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Saturday, May 12, 2007

Gladwell and genius

Malcolm Gladwell shows exquisite taste in the subjects he writes and talks about -- he has a nose for great topics. I just wish his logical and analytical capabilities were better (see also here). This talk at the New Yorker's recent Genius 2012 conference is entertaining, but I disagree completely with his conclusion. Ribet, Wiles, Taniyama and Shimura are probably the real geniuses, not Michael Ventris, the guy who decoded Linear B. (Gladwell also can't seem to remember that it's the Taniyama-Shimura conjecture, not Tanimara. He says it incorrectly about 10 times.) My feeling is that Gladwell's work appeals most to people who can't quite understand what he is talking about.

Gladwell is confused about the exact topic discussed in James Gleick's book Genius. In a field where sampling of talents is sparse (e.g., decoding ancient codexes) you might find one giant (even an amateur like Michael Ventris) towering above the others, able to do things others cannot. In a well-developed, highly competitive field like modern mathematics, all the top players are "geniuses" in some sense (rare talents, one in a million), even though they don't stand out very much from each other. In Gleick's book, Feynman, discussing how long it might have taken to develop general relativity had Einstein not done it, says "We are not that much smarter than each other"!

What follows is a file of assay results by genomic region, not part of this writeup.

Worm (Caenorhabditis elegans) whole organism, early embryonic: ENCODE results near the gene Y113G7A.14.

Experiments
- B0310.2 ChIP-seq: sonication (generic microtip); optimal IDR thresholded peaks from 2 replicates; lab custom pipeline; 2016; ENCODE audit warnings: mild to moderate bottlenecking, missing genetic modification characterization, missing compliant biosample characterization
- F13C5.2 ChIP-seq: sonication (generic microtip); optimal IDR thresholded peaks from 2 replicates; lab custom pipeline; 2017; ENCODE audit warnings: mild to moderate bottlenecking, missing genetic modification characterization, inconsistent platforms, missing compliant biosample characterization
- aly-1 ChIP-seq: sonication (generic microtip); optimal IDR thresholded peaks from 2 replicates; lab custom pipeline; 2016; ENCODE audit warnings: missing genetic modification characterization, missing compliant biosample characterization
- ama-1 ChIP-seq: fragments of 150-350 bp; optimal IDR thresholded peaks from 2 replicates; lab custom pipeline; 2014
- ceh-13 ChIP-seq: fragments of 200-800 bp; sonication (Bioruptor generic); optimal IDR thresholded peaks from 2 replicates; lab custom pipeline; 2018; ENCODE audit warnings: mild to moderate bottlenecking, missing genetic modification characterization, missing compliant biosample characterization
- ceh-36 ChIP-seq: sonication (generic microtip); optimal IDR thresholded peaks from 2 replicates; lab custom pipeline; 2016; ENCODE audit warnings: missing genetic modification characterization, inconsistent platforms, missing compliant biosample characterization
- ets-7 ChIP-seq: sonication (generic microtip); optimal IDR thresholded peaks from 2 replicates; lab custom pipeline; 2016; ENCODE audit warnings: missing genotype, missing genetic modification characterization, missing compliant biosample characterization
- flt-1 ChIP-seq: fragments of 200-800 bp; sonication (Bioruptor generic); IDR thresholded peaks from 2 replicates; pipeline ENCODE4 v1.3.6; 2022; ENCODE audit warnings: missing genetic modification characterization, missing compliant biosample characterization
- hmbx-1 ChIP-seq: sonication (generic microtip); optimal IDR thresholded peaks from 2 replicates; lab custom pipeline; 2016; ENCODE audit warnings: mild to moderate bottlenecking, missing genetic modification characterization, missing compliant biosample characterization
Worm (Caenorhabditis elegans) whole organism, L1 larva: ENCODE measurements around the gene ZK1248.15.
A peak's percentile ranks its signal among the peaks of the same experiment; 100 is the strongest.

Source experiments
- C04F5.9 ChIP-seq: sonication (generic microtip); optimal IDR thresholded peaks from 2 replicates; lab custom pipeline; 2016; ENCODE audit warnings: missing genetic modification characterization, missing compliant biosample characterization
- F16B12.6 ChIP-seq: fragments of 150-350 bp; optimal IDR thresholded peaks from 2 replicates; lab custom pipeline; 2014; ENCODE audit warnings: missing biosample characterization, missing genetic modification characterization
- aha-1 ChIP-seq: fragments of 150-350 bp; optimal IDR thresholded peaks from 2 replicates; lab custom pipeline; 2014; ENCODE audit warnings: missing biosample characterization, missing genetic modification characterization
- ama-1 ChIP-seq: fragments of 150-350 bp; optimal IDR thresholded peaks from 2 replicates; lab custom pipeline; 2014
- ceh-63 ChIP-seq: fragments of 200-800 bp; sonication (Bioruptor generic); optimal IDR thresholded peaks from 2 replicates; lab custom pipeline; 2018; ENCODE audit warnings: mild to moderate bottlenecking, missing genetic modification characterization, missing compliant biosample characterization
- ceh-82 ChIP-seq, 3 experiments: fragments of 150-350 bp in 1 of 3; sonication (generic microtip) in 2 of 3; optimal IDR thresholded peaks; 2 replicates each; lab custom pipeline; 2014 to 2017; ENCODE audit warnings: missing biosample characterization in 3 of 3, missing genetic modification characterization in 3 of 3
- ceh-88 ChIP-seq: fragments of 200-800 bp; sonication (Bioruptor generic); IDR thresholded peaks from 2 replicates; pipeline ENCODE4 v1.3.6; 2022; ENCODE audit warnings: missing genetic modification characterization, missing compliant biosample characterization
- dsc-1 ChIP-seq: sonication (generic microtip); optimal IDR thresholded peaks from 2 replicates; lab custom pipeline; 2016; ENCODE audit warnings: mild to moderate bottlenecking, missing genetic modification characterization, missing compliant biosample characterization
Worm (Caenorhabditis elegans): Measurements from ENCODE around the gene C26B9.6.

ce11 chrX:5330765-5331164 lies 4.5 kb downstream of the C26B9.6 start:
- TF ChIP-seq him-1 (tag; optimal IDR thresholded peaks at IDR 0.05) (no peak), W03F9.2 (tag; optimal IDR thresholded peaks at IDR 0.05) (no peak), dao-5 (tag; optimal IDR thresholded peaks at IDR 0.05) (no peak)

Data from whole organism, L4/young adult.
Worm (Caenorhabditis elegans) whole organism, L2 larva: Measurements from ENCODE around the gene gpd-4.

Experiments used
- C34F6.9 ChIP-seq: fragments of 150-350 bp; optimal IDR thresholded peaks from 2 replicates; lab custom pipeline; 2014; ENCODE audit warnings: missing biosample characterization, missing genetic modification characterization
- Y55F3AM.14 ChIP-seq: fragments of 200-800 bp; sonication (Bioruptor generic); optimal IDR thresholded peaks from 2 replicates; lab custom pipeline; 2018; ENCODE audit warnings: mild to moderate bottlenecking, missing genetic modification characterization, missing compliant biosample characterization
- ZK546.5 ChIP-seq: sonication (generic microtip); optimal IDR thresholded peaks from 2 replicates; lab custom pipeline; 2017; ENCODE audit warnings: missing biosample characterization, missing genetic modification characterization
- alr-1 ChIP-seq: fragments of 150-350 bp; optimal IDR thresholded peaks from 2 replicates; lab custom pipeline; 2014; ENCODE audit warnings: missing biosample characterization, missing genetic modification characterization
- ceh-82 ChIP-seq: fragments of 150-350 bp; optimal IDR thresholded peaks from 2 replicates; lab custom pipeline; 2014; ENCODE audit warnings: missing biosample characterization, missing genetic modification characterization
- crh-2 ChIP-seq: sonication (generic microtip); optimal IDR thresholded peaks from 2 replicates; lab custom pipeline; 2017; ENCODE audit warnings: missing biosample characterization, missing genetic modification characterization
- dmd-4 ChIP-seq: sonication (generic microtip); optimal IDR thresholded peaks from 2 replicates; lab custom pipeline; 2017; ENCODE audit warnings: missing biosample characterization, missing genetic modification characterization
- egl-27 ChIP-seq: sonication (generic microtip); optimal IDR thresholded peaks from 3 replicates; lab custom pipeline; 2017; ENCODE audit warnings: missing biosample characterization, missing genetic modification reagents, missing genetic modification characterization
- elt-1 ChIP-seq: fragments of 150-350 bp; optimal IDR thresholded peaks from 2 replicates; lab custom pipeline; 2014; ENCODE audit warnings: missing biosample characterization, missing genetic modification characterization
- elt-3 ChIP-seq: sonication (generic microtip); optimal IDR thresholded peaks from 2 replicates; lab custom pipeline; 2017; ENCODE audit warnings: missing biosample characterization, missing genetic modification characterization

To put it simply, if I sample sparsely from a Gaussian distribution, I might find a super-outlier in the resulting set. If I sample densely and have a high minimum cutoff for acceptable points, I will end up with a set entirely composed of outliers, but who do not stand out much from each other. Every guard in the NBA is an athletic freak of nature, even though they are relatively evenly matched when playing against each other.

To counteract the intelligence-damping effect of Gladwell's talk, I suggest this podcast interview with Nassim Taleb, about his new book The Black Swan. Warning: may be psychologically damaging to people who fool themselves and others about their ability to predict the behavior of nonlinear systems.

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